The Hypocrisy!

Okay so, I finished the book and I have words.

Casper’s hypocrisy when talking to Montie when he finds him in the house of a white woman is insane.  He was with a black woman and he is yelling at Montie for potentially being with someone of the other race.  I just…the hypocrisy…my God. Plus the fact that he didn’t answer Miriam’s letter!  He let this encounter get to him so much that he’s willing to mess up the realtionship he has gained with Miriam to protect his ego.  Well, I personally don’t think Miriam likes him at all but he was willing to stop a relationship that he himself believes in just because of race.  THEN!  He threatened Montie!  And he actually got away with it!  He was so angered by the fact that he was living in a white woman’s house (because of orders but he didn’t care one bit did he) he court-martialled him and took his rank.  I hated him so much by this part.  Casper claims to be a man who cares about black people (what with the schools and all) but he is just as racist as most people in this time period.

And Montie, oh boy, he is too good for his own good.  Helping Casper like that.  Then they freaking die together.  I almost threw my book.

So yeah, What the heck.

4 thoughts on “The Hypocrisy!

  1. That’s a common theme I’ve noticed in literature and other things that depict race relations before the Civil Rights Movement (and some before the Civil War–the TV miniseries Roots is coming to mind). It’s mostly racism I notice, but there is a lot of hypocrisy as well. For example, in Kristen Greene’s “Something Must be Done about Prince Edward County,” (the common read for the Class of 2016) a lot of the residents had extremely racist opinions of black people in that county and enforced strict segregation policies but still claimed that they “loved” those people. Yeah, right.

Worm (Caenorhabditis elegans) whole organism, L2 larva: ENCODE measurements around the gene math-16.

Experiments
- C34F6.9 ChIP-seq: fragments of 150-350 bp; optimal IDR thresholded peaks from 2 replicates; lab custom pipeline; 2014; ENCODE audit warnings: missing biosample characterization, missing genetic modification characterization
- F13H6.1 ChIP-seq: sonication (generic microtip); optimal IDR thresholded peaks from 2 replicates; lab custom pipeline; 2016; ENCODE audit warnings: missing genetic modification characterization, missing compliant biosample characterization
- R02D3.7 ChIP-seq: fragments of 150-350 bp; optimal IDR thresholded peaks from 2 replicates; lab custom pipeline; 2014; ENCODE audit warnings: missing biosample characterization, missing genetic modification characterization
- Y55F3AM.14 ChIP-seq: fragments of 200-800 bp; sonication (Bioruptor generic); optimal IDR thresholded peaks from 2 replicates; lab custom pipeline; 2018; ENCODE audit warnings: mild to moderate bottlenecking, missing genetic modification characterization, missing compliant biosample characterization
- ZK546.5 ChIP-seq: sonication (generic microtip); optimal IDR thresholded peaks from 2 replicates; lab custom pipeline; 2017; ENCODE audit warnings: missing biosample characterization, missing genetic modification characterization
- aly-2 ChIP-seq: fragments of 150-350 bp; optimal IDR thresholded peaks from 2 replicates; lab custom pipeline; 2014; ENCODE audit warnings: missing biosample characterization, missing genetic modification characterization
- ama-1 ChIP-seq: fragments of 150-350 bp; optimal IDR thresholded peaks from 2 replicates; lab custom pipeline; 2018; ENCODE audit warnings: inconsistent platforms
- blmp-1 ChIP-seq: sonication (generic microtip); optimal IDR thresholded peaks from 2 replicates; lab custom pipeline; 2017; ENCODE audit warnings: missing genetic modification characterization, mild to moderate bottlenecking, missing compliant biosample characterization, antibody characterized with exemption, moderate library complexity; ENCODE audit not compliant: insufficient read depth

Also, I agree with you saying Montie is too good. The epitome of a brave man.

  2. I too was angry at the ending. I didn’t get how Bob stopped talking to Miriam. I must have missed that part. I thought he got shot before he could reply. But yeah the part we did not know because it was not mentioned is did they find out about Miriam and each other’s relationship with her? It feels in the scene at Blanche’s house (anyone else couldn’t stop thinking about A Street Car Named Desire when reading her name? I love Marlon Brando!) that could have contributed to the elevated tension and escalated reaction. Also, would each character’s personalities be different if we were reading a story written by a white soldier? I kind of felt like Montie’s bravery was discredited by this fact because Casper was painted as such a racist white man. I am not saying that these events could have not occurred and that there was not racism in World War I but I just find the questioning believability of the characters to ruin the ending for me.

    • I think you draw a really interesting point about needing to be careful not to discredit Montie’s bravery solely because it as was to save such a racist character as Bob. His actions should not be minimized. Bob was despicable, and I hated him with every part of my soul, but Montie’s effort to save him demonstrated his strength, character, and bravery. That is something that should always be remembered.

  3. I relate to your response on a deep level. I found myself feeling, and growing continually, frustrated throughout the course of the text. Bob’s behavior was hypocritical and despicable, and the fact that he was able to get away with it was sickening. It is an issue that I knew existed, but reading it forced me to analyze and see it on a personal level after having developed ‘relationships’ with the characters. Instead of just the systematic issue of racism, it drew attention to the impact that racism could (and still does) have on an individual level.

Leave a Reply